Tygh Valley, Oregon. Usually the trip to the cemetery is quite spectacular
Many who don't understand call me things like morbid, though my interest has little to do with the physical death represented in my favorite places. Again not my driving interest, but each time I visit a cemetery I am forced to reconcile with the fact of my own mortality. I would like to think it helps me be a better person in my daily life. My driving interest, why I do what I do, is something I have had a hard time admitting to myself; much less you, my friends. You'll see why.I grew up in Upstate New York and those of you on that end of the country know very well what lush and incredible history there is to be found in the cemeteries. Plentiful, occasionally vast, and chalk full of Victorian style monuments celebrating tragedy, mourning, love, mortality and the great passage into death. How I love those cemeteries! They're so honest, and in their own way vibrant.
I live now in the dead center of Oregon. Pardon the pun, there really aren't all that many dead out here. If you have never been west, all you have to do is visit my blog (cemeteryseeker.com) which is complementary to my photography gallery (eternaltouchstudios.net) There you will see the some of the best cemeteries the west has to offer. In some rare cases, it's everything you would imagine it to be with the abandoned homesteads and cowboy hats to boot.
These cemeteries here in the west are a different sort from the east in every manner. They're small, often hard to find (if not impossible) and dangerous in so many ways. Most pioneer cemeteries were marked out with wooden crosses and often have a dozen stone markers or less. There are no life size angels or family mausoleums of impeccable beauty. These cemeteries, some still in use, are often home to ground hogs digging leg breaking holes concealed by sage brush.
Less frequently an adventurous spirit may run across a rattlesnake, a nest of black widow spiders or belligerent rancher with a rifle. Worse than that, a belligerent rancher's hot-tempered prize bull has charged me. I got away, but barely. That's the reason for my blog. So that I can share my adventures with my fellow citizens so that they need not make the journey and should they feel the need, they could do so safely with my guidance.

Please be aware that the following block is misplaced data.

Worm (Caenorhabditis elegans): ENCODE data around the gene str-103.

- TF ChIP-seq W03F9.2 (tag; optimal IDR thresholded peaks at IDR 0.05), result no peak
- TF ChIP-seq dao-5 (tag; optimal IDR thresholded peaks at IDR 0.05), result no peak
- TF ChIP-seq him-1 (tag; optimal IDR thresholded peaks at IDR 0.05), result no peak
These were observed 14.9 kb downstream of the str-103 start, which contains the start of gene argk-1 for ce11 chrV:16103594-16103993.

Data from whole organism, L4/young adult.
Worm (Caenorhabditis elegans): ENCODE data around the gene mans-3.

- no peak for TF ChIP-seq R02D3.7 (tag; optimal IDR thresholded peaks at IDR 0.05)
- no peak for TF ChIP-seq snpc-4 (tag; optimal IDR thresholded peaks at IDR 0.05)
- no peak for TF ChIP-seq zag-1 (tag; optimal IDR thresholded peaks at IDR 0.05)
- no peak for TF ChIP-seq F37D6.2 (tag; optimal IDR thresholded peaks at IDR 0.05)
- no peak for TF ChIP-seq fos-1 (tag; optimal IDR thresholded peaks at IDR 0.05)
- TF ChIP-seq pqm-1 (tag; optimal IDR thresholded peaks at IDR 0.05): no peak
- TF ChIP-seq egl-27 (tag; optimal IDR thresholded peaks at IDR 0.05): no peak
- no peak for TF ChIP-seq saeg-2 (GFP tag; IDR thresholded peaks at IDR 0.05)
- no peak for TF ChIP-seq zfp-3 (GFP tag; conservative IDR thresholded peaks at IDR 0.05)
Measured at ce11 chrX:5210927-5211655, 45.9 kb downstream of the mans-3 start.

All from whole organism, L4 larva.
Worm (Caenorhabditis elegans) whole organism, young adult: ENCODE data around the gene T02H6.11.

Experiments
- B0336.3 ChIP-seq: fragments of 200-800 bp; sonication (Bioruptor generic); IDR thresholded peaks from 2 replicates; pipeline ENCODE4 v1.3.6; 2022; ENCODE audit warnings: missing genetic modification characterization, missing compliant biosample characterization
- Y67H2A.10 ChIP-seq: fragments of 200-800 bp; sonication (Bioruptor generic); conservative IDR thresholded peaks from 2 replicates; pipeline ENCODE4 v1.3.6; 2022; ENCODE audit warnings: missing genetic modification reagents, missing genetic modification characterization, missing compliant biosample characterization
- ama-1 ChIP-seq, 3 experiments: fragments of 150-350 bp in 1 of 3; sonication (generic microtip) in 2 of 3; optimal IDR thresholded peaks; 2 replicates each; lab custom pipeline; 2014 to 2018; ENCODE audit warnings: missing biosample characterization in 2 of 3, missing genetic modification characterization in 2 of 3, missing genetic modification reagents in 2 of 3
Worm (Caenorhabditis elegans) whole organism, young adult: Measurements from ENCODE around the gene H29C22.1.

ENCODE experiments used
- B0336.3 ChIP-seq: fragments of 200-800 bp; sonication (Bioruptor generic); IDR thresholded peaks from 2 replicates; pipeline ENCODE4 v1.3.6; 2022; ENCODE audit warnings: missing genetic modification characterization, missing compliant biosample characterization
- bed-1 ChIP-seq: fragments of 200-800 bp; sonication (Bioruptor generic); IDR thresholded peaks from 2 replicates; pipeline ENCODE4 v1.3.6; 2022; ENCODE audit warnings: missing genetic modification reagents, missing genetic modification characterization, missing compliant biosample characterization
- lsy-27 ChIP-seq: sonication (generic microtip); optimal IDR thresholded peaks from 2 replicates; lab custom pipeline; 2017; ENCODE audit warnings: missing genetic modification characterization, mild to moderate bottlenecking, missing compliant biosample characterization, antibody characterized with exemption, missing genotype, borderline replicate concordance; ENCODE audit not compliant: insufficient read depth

Now you're asking, Why? If the cemeteries here in the west haven't the artwork nor depth in history (albeit recent and interesting anyway) that I love in eastern cemeteries. Why bother going at all? What else is there? Surely it's not fun, driving 150 miles in dry heat and dust down roads, which haven't been roads since the Model T, looking at old maps for abandoned mining towns? Actually, it's the time of my life. But not even the adventure is what I'm after. And trust me, it's an adventure when there's nothing in sight in 360 degrees but the dirt path you're on and rolling desert and fallow fields.
Old Wagon Road, circa 1890
The part that I had to admit to myself. The part that took years of denying, fronting and repressing. This is the part you won't believe, and the part that ensures I walk alone but for my lovely soon-to-be-wife. I go for the company. I refuse to use any other words or phrase other than in tune, or perhaps observant.
The big eastern necropolis of the east with angels and death monuments and spirits galore are fantastic because there, no matter the amount of living foot traffic, I can get in tune. The fewer visitors the better as the living seem to for lack of a better word, saturate the area. When there are too many people (living, that is) around they drown out the subtle feelings I get from beyond. Since many cemeteries here in the west that are active are for all intents and purposes almost brand new, many are "Memorial Gardens... With an old section." Even in a place with very little foot traffic, I can in almost no circumstances "tune in" when staring at a manicured lawn with fake flowers. No matter how awesome the view.
So I track down the silent ones so that they need not be silent any longer. Overgrown with nature, abandoned entirely in some cases, virtually nobody visits. In some cases it's like discovering it all anew. Here, with nothing but the sound of the wind sweeping the long open earth, I can hear just a little bit beyond what I'm supposed to. It is in these places where few living ever go, that I can be among those who have come and gone. My connection to this side of our world is at best thin, due to my ability to observe. I don't get along well with most of what our Modern American society has to offer, and I often feel I'm from another time and place altogether. I try not to judge it, or myself, in any sense. I try not to apply any meaning, spiritual, religious or otherwise. I merely observe and accept. I photograph the cemeteries I visit and process the pictures to bring out an artistic rendering. I photograph to capture what I feel with my heart, rather than what I see with my eyes. Though sometimes I just get lucky, and capture something truly authentic and moving that needs no editing at all.